Today we find ourselves living in a world where more and more people are turning away from democracy and supporting governments which have authoritarian tendencies or promote outright autocracy. For historian, Anne Applebaum this movement has been somewhat personal as she opens her latest book, THE TWILIGHT OF DEMOCRACY: THE SEDUCTIVE LURE OF AUTHORITARIANISM by describing a New Year’s Eve party she and her husband Radek Sikorski, who at the time was deputy foreign minister in a center-right Polish government threw to usher in the year 2000. Most of the participants were Polish friends, journalists, and civil servants. The majority of the guests were conservatives and anti-communists, and most were optimistic about the future. Fast forward twenty years, Applebaum is no longer friends with most of these individuals and she does her best to avoid them as many of her former guests seemed to have joined forces with demagogues and authoritarian leaning types. Applebaum, in a mixture of historical trends and her own biography tries to explain why as she investigates the struggle between democracy and dictatorship zeroing in on trends in Hungary and Poland, which for her and her family is a partial home. Applebaum, the Pulitzer Prize winning author of a series of books dealing with the Soviet Union; RED FAMINE: STALIN’S WAR ON UKRAINE, IRON CURTAIN: THE CRUSHING OF EASTERN EUROPE, 1944-1956, and GULAG: A HISTORY provides important insights as to why liberal democracy seems to be under siege, and how authoritarianism is on the rise.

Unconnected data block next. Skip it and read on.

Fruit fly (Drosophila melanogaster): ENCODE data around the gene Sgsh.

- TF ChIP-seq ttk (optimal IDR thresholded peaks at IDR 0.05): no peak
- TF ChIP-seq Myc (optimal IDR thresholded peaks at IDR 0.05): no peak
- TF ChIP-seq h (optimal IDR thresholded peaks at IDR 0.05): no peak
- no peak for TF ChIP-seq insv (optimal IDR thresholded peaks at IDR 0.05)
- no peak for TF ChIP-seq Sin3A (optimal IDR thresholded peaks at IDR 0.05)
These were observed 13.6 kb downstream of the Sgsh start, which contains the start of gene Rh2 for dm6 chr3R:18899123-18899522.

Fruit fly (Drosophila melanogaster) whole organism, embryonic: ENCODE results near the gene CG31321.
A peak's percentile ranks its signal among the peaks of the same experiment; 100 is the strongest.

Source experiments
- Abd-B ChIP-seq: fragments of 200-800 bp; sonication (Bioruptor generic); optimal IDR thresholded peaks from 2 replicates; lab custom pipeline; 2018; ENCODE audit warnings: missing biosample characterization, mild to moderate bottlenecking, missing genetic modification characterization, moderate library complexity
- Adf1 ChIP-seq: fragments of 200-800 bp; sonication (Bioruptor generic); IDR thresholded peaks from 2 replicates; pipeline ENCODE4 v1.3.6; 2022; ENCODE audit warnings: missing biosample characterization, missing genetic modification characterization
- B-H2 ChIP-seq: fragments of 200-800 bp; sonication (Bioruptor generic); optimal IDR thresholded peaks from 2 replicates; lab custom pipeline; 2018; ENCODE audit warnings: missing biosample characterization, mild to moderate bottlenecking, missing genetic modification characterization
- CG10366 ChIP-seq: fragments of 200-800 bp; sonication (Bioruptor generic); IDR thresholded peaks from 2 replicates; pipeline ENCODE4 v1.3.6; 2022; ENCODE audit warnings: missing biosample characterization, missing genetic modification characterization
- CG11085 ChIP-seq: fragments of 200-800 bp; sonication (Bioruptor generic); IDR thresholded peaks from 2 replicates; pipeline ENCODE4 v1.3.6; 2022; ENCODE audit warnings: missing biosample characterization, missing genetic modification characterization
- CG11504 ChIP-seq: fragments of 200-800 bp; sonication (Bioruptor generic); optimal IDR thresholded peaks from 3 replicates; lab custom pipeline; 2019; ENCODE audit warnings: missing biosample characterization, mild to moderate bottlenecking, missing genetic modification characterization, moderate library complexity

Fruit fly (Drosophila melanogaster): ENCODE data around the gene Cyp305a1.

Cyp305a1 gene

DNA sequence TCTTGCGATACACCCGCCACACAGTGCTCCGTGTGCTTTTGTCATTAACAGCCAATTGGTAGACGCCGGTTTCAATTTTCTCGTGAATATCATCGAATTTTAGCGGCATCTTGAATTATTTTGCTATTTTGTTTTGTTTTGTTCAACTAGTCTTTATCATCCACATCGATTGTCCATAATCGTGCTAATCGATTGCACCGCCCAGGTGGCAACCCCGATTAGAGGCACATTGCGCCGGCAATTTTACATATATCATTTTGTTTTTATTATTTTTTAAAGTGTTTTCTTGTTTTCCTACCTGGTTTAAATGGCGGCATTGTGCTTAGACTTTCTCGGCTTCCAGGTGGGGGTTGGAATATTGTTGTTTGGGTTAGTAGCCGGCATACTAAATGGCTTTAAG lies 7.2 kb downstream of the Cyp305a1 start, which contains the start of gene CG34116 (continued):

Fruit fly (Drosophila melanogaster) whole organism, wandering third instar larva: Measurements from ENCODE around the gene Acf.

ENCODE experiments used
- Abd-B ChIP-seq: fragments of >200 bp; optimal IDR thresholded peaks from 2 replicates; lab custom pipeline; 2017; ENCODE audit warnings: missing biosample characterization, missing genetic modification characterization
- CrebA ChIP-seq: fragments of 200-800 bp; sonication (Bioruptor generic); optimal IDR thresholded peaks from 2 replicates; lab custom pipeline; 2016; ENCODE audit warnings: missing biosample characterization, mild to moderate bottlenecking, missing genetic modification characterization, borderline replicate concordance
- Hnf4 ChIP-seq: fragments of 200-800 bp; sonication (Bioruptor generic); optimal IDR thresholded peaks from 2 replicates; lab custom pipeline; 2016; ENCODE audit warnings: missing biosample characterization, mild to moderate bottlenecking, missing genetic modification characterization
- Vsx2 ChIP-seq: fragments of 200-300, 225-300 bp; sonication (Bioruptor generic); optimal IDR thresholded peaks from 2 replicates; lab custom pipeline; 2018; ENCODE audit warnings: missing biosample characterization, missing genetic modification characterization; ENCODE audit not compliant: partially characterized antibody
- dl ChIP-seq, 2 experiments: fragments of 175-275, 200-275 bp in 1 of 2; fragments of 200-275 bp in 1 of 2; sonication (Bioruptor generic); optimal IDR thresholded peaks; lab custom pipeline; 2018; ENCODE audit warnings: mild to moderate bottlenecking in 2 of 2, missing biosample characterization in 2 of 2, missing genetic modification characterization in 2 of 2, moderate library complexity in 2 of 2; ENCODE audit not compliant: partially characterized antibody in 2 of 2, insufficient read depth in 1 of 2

Since 1989 the evolution toward democracy from the former Soviet satellites in Eastern Europe seems to have stalled as rightist authoritarian leaning governments have come to power, particularly in Poland and Hungary. Once they assume control these governments manipulate the levers of power to consolidate their reign relying on lies, dismissal from government positions, conspiracy theories, and inculcating the masses with a xenophobic and victim oriented messages. According to the author there is no single explanation as to why this has occurred and she states upfront that she has no “grand theory or universal solution” to offer, but she is correct in stating that “given the right conditions, any society can turn against democracy. Indeed, if history is anything to go by, all our societies eventually will.” For Americans this seemed implausible until the events of the last four years and many believe that the election of 2020 points to Trumpism as an aberration, however the storming of the capitol on January 6, 2021, and recent votes in the US Congress seem to make this fear even more of a reality for the future.